If you are a full-time teacher in the UK, you have probably been asked to do some work on a Knowledge Rich Curriculum in the past year or so. On 19th October, 2017, school standards minister, Nick Gibb complained to ASCL (the Heads’ union) that the previous government had launched a national curriculum that had been stripped of all knowledge content in favour of skills bias. The ten year obsession with the curriculum of Finland had led away from academic learning and teacher-centred education, he argued. Indeed, headteachers in his ASCL audience had been fundamental in developing a manifesto The Question of Knowledge, and deeply influenced the minister’s thinking:
The influence of E. D. Hirsch on educational thinking has been profound. At its heart is the idea that returning to a traditional, academic curriculum built on shared knowledge is the best way to achieve social justice in society. His work has also encouraged schools to focus on the concept of building cultural capital as a way to close the attainment gap.
— Leora Cruddas, foreword
Cruddas credits Hirsch’s development of ideas to a 2015 lecture entitled Knowledge and the Curriculum for The Policy Exchange. The Policy Exchange being the centre-right think tank set up by Michael Gove, Francis Maude and others. The vitally important bit of the speech for creative arts teachers worried about a more academic curriculum led by EBACC subjects was:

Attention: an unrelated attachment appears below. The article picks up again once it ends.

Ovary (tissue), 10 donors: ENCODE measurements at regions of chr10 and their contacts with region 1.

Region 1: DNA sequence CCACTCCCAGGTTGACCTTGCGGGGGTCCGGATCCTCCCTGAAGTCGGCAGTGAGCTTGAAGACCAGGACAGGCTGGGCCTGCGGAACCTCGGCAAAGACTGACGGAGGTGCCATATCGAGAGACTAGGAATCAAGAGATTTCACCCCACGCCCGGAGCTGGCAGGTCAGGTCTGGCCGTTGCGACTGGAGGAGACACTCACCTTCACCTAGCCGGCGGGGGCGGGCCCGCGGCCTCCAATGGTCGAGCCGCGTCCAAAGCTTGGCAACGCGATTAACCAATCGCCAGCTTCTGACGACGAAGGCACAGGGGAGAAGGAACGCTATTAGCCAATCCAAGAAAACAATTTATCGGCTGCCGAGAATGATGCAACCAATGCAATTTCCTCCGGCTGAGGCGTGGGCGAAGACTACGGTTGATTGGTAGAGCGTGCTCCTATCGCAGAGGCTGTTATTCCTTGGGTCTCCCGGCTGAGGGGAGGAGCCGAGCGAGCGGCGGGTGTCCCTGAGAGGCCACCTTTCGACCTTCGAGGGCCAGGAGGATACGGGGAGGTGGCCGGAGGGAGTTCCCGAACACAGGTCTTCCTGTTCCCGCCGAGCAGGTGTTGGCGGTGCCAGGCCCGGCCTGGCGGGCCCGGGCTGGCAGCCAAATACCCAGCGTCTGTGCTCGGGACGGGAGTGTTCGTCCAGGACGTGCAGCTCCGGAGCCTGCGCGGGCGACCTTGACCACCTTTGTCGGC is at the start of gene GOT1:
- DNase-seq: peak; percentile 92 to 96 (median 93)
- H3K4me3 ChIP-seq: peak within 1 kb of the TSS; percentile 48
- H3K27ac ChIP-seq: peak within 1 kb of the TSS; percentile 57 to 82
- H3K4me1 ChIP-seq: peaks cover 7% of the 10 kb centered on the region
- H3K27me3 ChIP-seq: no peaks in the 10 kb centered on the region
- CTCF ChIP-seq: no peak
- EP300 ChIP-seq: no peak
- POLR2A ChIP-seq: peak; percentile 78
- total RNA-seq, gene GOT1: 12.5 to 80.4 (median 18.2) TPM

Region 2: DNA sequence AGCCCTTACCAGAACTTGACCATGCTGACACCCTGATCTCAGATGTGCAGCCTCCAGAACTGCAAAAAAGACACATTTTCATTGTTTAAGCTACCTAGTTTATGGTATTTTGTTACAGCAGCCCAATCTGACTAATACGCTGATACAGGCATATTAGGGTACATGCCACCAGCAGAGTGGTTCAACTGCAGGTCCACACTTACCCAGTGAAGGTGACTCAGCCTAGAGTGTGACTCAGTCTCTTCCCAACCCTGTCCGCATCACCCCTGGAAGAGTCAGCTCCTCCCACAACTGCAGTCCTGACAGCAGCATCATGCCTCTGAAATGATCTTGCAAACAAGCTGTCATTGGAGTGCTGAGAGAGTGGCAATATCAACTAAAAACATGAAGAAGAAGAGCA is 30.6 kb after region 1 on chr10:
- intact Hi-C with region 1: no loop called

I am clear that the arts are a vital component of every pupil’s education. Arts and culture are part of the fabric of our society and the government firmly believes that every child should be taught a high-quality arts curriculum.
One of the contributing editors, Hywel Jones (West London Free School) states that music has pride of place in the curriculum – a school in which the vast majority of pupils are entered for the EBacc suite of core academic subjects. That is because music – along with other important arts subjects – has an important role to play in ensuring that pupils leave school with the cultural literacy they will need. And cultural literacy is a vital goal of a knowledge-rich curriculum, as Hywel explains in his essay:
We want children to leave our school with the confidence that comes from possessing a store of essential knowledge and the skills to use it. We believe that independence of mind, not compliance with socio-economic expectations, is the goal of a good education. We believe the main focus of our curriculum should be on that common body of knowledge that, until recently, all schools were expected to teach. This is the background knowledge taken for granted by writers who address the intellectually engaged layman – the shared frames of reference for public discourse in modern liberal democracies. Sometimes referred to as “intellectual capital”, at other times as “cultural literacy”, this storehouse of general knowledge will enable all our pupils to grow to their full stature. Passing on this knowledge, as well as the ability to use it wisely, is what we mean by a classical liberal education.
— Hywel Jones, p21
What did this mean at the actual chalkface (not in Free Schools) but in so-called “bog standard” academies as they used to disparagingly say?
As you can see from the mind map above contributed by at least 10 art teachers, we felt we were adding cultural value already but that skill acquisition was an equally important aspect of art education. ‘Mastery’ was seen as an opportunity for deeper understanding and that chronology was less important than key themes.